People invest their trust in institutions and those who have power for a variety of reasons. Researchers have found that people’s confidence in others and organizations can include their judgments about the competence, honesty and benevolence of the organizations or individuals they are assessing, as well as factors such as empathy, openness, integrity and accountability. These perceptions can be seen as building blocks of trust.
Taking account of those insights, a new Pew Research Center survey finds that people offer different judgments about these building blocks of trust when it comes to eight groups of people who hold positions of power and responsibility in America: members of Congress, local elected officials, K-12 public school principals, journalists, military leaders, police officers, leaders of technology companies and religious leaders.
Notable shares of the public give people in these powerful jobs low ratings when it comes to behaving ethically, dealing with ethical problems in their ranks and admitting mistakes. Half or more of Americans think these influential people act unethically at least some of the time, ranging from 50% who believe this about military leaders to 81% who feel members of Congress act unethically “some,” or “all or most of the time.” Additionally, 77% believe this about the leaders of technology companies and 69% think this about religious leaders.
At the same time, a third or more of Americans think that unethical behavior is treated relatively lightly – that is to say, wrongdoers face serious consequences only a little of the time or less often. Indeed, majorities believe that members of Congress (79%), local elected officials (57%), leaders of technology companies (55%) and journalists (54%) admit mistakes and take responsibility for them only a little of the time or none of the time. Some 49% say the same of religious leaders.
These views emerge in a survey that covered several dimensions of public confidence in those who hold these positions of power and responsibility. The questions probed public views about several essential aspects of public confidence – such as whether these groups care about people, handle resources responsibly or provide accurate information to the public. Survey respondents were asked to choose whether the group members act in these ways “all or most of the time,” “some of the time,” “only a little of the time” or “none of the time.”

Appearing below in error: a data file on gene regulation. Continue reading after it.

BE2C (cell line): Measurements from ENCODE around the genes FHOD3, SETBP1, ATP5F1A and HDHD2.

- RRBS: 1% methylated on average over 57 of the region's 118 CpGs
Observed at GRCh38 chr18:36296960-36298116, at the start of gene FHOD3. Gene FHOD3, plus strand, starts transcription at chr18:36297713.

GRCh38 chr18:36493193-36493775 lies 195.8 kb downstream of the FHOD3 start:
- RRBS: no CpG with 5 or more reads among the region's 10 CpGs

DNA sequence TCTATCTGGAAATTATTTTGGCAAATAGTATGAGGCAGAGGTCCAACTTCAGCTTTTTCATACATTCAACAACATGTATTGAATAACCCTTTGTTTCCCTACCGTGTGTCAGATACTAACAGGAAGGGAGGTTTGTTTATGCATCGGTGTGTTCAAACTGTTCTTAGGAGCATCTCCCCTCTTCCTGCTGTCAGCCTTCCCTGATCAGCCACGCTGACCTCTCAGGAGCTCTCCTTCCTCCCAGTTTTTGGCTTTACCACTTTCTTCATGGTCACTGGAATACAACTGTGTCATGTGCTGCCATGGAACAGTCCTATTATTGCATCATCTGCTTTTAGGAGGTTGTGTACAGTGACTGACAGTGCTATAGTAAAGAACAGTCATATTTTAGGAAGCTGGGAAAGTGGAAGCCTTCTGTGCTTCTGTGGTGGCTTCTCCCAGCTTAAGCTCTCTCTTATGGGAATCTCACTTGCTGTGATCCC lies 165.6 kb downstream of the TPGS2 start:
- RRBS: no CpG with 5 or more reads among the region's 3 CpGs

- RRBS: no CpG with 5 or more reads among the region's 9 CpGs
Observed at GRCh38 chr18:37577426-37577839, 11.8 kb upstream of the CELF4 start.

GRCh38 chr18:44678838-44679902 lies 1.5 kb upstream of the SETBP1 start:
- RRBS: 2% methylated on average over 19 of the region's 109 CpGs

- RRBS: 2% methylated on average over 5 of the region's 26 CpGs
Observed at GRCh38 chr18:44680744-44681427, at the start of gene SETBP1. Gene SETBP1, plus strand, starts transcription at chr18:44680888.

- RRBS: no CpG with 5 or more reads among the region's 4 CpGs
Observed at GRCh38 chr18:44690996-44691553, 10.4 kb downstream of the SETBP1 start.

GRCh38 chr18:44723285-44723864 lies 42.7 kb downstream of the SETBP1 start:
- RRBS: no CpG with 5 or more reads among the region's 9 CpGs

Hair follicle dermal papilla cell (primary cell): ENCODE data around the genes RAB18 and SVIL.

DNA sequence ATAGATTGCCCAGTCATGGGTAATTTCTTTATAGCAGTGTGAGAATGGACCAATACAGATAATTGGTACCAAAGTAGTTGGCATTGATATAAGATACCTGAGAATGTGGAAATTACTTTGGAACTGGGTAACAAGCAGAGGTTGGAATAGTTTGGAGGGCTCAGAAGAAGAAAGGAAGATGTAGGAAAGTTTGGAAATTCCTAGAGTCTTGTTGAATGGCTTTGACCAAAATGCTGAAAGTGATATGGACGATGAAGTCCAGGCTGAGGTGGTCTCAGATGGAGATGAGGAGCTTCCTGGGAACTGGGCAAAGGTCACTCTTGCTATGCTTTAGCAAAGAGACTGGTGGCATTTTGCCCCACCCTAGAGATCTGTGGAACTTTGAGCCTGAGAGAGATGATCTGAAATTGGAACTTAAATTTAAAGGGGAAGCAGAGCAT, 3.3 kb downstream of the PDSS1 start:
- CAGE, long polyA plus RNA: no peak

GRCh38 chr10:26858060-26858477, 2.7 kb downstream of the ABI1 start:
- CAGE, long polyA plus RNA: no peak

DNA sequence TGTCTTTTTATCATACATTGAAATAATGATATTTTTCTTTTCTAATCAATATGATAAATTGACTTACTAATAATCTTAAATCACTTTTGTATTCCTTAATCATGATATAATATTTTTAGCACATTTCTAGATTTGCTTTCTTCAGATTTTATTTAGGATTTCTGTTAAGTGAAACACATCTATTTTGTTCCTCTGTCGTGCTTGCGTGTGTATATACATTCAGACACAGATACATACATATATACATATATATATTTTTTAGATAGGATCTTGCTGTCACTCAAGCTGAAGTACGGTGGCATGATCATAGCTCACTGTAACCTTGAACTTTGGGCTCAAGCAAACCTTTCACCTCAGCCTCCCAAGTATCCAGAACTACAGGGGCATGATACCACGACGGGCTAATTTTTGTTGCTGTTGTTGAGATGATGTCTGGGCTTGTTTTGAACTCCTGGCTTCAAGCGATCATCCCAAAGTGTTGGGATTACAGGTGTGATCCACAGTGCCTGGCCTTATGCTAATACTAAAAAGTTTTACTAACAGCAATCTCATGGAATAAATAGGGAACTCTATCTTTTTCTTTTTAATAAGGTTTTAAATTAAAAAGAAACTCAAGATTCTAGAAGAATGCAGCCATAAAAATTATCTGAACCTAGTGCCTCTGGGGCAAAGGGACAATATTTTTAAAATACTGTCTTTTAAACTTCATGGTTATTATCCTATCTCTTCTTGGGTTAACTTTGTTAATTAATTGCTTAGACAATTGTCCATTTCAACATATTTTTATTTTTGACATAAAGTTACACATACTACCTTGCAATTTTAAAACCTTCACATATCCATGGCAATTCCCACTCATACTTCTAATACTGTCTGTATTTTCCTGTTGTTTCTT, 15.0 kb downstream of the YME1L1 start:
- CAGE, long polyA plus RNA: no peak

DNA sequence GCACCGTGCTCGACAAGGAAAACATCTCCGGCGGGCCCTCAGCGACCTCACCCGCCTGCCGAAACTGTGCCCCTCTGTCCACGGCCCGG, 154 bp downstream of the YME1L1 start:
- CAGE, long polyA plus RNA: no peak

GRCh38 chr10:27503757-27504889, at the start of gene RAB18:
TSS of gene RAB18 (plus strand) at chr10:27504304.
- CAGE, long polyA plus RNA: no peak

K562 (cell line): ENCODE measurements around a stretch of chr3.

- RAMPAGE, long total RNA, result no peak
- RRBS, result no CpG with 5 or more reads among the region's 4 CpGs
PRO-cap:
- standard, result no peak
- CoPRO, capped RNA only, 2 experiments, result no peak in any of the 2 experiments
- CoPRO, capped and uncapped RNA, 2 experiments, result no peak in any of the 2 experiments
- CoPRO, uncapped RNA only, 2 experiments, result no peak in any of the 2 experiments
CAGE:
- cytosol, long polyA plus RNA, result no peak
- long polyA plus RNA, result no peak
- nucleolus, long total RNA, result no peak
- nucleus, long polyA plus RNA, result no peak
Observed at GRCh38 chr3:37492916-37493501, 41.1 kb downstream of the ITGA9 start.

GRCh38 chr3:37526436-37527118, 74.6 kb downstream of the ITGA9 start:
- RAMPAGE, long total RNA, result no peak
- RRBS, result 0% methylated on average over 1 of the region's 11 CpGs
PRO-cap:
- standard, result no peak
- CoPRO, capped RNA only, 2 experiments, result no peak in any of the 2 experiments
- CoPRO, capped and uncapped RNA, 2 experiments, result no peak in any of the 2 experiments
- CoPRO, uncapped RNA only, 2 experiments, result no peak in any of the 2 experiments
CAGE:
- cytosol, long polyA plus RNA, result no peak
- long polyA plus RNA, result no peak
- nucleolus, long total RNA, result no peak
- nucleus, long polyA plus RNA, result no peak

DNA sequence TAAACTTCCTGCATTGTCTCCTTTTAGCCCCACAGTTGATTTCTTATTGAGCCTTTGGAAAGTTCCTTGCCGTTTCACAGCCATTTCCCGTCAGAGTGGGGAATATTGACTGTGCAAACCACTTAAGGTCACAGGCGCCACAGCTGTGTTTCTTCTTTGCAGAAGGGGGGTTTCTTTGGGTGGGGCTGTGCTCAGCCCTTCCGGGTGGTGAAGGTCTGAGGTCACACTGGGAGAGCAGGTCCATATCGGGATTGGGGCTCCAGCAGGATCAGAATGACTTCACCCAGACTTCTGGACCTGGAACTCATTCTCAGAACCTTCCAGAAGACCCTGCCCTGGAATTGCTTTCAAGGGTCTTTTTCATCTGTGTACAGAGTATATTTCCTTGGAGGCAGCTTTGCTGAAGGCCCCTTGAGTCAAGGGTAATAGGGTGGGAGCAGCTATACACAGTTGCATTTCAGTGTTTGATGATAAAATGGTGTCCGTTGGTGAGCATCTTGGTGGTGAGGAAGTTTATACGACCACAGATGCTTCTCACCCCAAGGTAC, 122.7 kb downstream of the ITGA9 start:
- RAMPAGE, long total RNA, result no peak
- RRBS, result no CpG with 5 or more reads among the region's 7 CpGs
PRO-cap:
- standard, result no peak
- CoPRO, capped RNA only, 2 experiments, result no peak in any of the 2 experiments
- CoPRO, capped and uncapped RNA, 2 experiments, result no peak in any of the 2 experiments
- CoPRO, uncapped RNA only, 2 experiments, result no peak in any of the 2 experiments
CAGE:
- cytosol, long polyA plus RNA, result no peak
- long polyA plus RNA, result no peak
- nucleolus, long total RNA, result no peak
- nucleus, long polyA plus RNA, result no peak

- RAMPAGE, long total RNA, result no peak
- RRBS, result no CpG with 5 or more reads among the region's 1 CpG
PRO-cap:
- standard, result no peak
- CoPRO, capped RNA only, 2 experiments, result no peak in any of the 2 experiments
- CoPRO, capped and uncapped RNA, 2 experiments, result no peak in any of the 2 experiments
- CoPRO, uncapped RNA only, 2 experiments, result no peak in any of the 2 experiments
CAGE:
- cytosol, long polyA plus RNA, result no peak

The survey shows that beyond the realms of ethics and transparency, Americans have varying levels of confidence in key aspects of job performance by those who hold important positions of power and responsibility. For instance, U.S. adults have relatively high levels of confidence that these people will perform key aspects of their duties (for example, that leaders of technology companies build products and services that enhance people’s lives) “some of the time” or more often, and that they will handle resources responsibly.
Generally, the public has the most confidence in the way K-12 public school principals, military leaders and police officers operate when it comes to caring about people, providing fair and accurate information to the public and handling resources responsibly. Some 84% think principals care about the students they serve “some of the time” or “all or most of the time,” 79% think police officers care about them at that level of frequency, and 73% have the same level of confidence in military leaders. The public places somewhat lower – but still relatively high – levels of confidence in religious leaders, journalists and local elected officials.
Members of Congress and leaders of technology companies do not have the same level of public confidence when it comes to several performance attributes. For instance, 48% of adults think tech firm bosses care about people “all or most of the time” or “some of the time,” and 50% feel that way about members of Congress. Similarly, 46% think members of Congress provide fair and accurate information that often, and 61% think this about leaders of tech firms. Some 47% think members of Congress handle resources responsibly at least some of the time.